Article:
ESET: Millions Using Lenovo Laptops Potentially Vulnerable to Malware Attacks

The vulnerabilities could be in laptops used by businesses.

Edward Gately, Senior News Editor

April 20, 2022

3 Min Read
Vulnerability, 3 vulnerabilities

More than 100 models of Lenovo laptops used by millions globally contain vulnerabilities that could allow attackers to deploy and successfully execute unified extensible firmware interface (UEFI) malware.

ESET discovered the vulnerabilities and reported them to Lenovo last October. Lenovo sent us the following statement:

“Lenovo thanks ESET for bringing to our attention an issue in drivers used in the manufacturing of some consumer notebooks. The drivers have been fixed, and customers who update as described in the Lenovo advisory are protected. Lenovo welcomes collaboration with BIOS (firmware that runs while a computer boots up) researchers as we increase our investments in BIOS security to ensure our products continue to meet or exceed industry standards.”

ESET Discovers 3 Vulnerabilities

Tony Anscombe is chief security evangelist at ESET.


ESET’s Tony Anscombe

“If the vulnerability is exploited, there is potential that the bad actor could deploy threats such as LoJax or ESPecter,” he said. “Threats such as these allow the attacker to insert malware into the boot process of the operating system, thus circumventing many of the security measures that would be in place during a normal boot process.”

Lenovo markets the vulnerable devices to consumers, Anscombe said.

“However, small businesses or organizations that have less stringent rules on device types may be using consumer devices in a business environment,” he said. “All Lenovo users should check if their device is on the list.”

The first two of these vulnerabilities affect UEFI firmware drivers originally meant to be used only during the manufacturing process of Lenovo consumer notebooks. Attackers can disable SPI flash protections or the UEFI Secure Boot feature from a privileged user-mode process during OS runtime.

The third vulnerability allows arbitrary read/write from/into the special memory range (SMRAM). That can lead to the execution of malicious code with system management mode (SMM) privileges and potentially lead to the deployment of an SPI flash implant.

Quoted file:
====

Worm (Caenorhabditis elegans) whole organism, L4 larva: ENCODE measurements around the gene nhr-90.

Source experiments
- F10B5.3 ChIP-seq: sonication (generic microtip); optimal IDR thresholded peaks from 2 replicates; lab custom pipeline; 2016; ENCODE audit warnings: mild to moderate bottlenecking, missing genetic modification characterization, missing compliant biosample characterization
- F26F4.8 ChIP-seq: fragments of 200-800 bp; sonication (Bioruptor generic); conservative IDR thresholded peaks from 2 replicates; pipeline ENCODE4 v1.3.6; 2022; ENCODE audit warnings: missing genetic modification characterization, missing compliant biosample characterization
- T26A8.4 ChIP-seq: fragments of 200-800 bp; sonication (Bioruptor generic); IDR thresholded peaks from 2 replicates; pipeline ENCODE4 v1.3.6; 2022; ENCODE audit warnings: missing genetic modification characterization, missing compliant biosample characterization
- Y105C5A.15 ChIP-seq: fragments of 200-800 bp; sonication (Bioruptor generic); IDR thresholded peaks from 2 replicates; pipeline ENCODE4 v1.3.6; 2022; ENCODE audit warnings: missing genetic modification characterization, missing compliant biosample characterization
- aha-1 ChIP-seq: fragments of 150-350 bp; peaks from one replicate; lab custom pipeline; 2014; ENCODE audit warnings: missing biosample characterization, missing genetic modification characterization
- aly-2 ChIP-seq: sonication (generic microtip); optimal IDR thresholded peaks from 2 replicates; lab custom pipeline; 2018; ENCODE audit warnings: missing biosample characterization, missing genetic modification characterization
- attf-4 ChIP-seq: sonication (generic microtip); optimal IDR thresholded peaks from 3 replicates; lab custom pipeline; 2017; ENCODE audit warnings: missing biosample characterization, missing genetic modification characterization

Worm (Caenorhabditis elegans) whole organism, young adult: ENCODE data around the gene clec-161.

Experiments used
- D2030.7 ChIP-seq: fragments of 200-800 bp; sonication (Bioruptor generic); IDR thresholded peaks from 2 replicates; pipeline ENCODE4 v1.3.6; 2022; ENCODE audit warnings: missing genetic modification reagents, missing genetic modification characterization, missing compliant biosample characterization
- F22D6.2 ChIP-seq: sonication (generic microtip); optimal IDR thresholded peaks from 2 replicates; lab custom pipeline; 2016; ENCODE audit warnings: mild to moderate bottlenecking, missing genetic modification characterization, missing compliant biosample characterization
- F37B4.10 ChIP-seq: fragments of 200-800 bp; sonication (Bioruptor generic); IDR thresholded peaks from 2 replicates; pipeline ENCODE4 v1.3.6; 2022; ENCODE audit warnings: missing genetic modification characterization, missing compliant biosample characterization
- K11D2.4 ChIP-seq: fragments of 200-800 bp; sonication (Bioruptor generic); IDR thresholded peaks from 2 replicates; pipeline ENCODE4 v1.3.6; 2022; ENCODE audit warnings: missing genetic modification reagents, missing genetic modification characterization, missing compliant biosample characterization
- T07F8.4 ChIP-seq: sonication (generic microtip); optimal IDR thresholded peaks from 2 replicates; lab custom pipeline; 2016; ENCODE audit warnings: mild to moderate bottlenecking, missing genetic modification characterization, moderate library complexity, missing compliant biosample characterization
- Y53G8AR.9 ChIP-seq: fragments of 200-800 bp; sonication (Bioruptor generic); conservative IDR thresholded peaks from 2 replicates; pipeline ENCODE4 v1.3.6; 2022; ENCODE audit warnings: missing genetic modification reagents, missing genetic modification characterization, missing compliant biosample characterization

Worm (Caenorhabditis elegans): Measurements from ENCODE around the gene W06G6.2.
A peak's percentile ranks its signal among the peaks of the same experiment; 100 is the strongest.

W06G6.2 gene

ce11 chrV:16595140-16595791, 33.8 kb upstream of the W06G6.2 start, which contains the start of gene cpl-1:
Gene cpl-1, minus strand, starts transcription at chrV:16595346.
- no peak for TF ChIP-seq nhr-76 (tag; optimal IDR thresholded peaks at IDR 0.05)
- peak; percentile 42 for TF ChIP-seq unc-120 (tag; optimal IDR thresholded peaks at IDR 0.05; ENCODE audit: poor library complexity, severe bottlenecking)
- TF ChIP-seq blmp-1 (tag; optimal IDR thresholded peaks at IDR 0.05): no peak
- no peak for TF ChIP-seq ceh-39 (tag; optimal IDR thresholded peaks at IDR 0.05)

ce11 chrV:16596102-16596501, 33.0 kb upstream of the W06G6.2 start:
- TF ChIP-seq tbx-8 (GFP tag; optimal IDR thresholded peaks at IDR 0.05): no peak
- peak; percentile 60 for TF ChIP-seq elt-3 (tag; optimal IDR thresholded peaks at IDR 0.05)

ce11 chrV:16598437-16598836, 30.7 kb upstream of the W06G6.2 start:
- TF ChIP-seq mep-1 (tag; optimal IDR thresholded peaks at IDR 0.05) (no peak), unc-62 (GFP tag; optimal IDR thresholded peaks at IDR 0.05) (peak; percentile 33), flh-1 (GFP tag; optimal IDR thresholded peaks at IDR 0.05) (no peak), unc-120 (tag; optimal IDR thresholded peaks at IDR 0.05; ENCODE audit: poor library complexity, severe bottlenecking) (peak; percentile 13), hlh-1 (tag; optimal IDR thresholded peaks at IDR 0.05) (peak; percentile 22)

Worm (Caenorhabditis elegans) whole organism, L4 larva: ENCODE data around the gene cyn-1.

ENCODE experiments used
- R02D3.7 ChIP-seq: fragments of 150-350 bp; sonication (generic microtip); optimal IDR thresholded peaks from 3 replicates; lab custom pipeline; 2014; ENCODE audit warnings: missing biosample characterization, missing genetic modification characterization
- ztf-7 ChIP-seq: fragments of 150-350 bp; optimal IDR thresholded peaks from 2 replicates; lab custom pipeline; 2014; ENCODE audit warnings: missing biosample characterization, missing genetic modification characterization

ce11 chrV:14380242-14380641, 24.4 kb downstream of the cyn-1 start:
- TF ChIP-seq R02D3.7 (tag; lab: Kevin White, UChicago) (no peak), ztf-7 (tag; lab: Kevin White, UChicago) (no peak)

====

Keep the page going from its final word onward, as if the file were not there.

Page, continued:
Extremely Stealthy and Dangerous

Martin Smolár is the ESET researcher who discovered the vulnerabilities in Lenovo laptops.


ESET’s Martin Smolár

“UEFI threats can be extremely stealthy and dangerous,” he said. “Our discovery demonstrates that in some cases, deployment of the UEFI threats might not be as difficult as expected.”

Threats can bypass almost all security measures and mitigations higher in the stack, according to ESET. It also appears that UEFI vulnerabilities are growing, and that bad actors are aware of this.

Ray Steen is chief strategy officer of MainSpring, a Washington, D.C., area managed IT service provider. He said Lenovo isn’t the first vendor to include “out-of-the-box” security vulnerabilities in its products. This leaves “countless workstations” susceptible to firmware-level attacks.

“In recent years, software and hardware supply chains have been sources of escalating risk, reminding us that cybersecurity cannot be an afterthought in the modern business environment,” he said.

Now more than ever, organizations need support from C-level cybersecurity professionals like CIOs and virtual CIOs, Steen said. They can evaluate vendors for security practices, implement patches and more.

Want to contact the author directly about this story? Have ideas for a follow-up article? Email Edward Gately or connect with him on LinkedIn.

About the Author(s)

Edward Gately

Senior News Editor, Channel Futures

As news editor, Edward Gately covers cybersecurity, new channel programs and program changes, M&A and other IT channel trends. Prior to Informa, he spent 26 years as a newspaper journalist in Texas, Louisiana and Arizona.

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